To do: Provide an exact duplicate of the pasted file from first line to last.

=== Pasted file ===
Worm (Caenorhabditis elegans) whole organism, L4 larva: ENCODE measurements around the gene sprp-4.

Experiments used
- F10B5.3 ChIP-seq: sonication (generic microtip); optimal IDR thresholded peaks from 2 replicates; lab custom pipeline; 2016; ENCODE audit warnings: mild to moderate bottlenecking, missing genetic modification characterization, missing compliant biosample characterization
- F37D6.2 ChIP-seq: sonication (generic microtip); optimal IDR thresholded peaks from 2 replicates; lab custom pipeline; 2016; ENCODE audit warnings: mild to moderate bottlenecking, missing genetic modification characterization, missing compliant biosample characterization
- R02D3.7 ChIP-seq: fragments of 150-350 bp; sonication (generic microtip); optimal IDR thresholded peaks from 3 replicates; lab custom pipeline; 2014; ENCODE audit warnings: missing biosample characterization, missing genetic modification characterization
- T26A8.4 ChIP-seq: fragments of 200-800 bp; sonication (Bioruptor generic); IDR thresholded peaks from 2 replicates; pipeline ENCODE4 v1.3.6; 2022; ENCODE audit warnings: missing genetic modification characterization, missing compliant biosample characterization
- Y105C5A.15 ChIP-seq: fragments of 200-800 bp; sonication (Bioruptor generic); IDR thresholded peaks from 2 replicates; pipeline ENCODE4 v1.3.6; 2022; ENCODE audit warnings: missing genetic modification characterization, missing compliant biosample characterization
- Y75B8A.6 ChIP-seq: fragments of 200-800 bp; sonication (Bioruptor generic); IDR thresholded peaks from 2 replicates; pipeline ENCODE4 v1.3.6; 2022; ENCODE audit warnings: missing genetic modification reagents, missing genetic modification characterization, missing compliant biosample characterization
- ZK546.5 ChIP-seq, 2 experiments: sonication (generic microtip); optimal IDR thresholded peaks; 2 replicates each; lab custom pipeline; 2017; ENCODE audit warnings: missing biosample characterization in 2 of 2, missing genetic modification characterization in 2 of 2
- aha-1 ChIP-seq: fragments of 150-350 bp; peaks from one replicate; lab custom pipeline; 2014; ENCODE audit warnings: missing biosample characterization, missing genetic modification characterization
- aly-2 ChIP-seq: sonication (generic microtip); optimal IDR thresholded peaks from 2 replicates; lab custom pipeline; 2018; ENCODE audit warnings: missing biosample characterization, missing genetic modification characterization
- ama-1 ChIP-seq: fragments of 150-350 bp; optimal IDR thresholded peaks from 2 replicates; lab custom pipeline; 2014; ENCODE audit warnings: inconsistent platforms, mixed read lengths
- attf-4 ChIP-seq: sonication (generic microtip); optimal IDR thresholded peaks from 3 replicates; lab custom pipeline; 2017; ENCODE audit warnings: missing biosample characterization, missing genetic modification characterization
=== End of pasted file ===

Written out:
Worm (Caenorhabditis elegans) whole organism, L4 larva: ENCODE measurements around the gene sprp-4.

Experiments used
- F10B5.3 ChIP-seq: sonication (generic microtip); optimal IDR thresholded peaks from 2 replicates; lab custom pipeline; 2016; ENCODE audit warnings: mild to moderate bottlenecking, missing genetic modification characterization, missing compliant biosample characterization
- F37D6.2 ChIP-seq: sonication (generic microtip); optimal IDR thresholded peaks from 2 replicates; lab custom pipeline; 2016; ENCODE audit warnings: mild to moderate bottlenecking, missing genetic modification characterization, missing compliant biosample characterization
- R02D3.7 ChIP-seq: fragments of 150-350 bp; sonication (generic microtip); optimal IDR thresholded peaks from 3 replicates; lab custom pipeline; 2014; ENCODE audit warnings: missing biosample characterization, missing genetic modification characterization
- T26A8.4 ChIP-seq: fragments of 200-800 bp; sonication (Bioruptor generic); IDR thresholded peaks from 2 replicates; pipeline ENCODE4 v1.3.6; 2022; ENCODE audit warnings: missing genetic modification characterization, missing compliant biosample characterization
- Y105C5A.15 ChIP-seq: fragments of 200-800 bp; sonication (Bioruptor generic); IDR thresholded peaks from 2 replicates; pipeline ENCODE4 v1.3.6; 2022; ENCODE audit warnings: missing genetic modification characterization, missing compliant biosample characterization
- Y75B8A.6 ChIP-seq: fragments of 200-800 bp; sonication (Bioruptor generic); IDR thresholded peaks from 2 replicates; pipeline ENCODE4 v1.3.6; 2022; ENCODE audit warnings: missing genetic modification reagents, missing genetic modification characterization, missing compliant biosample characterization
- ZK546.5 ChIP-seq, 2 experiments: sonication (generic microtip); optimal IDR thresholded peaks; 2 replicates each; lab custom pipeline; 2017; ENCODE audit warnings: missing biosample characterization in 2 of 2, missing genetic modification characterization in 2 of 2
- aha-1 ChIP-seq: fragments of 150-350 bp; peaks from one replicate; lab custom pipeline; 2014; ENCODE audit warnings: missing biosample characterization, missing genetic modification characterization
- aly-2 ChIP-seq: sonication (generic microtip); optimal IDR thresholded peaks from 2 replicates; lab custom pipeline; 2018; ENCODE audit warnings: missing biosample characterization, missing genetic modification characterization
- ama-1 ChIP-seq: fragments of 150-350 bp; optimal IDR thresholded peaks from 2 replicates; lab custom pipeline; 2014; ENCODE audit warnings: inconsistent platforms, mixed read lengths
- attf-4 ChIP-seq: sonication (generic microtip); optimal IDR thresholded peaks from 3 replicates; lab custom pipeline; 2017; ENCODE audit warnings: missing biosample characterization, missing genetic modification characterization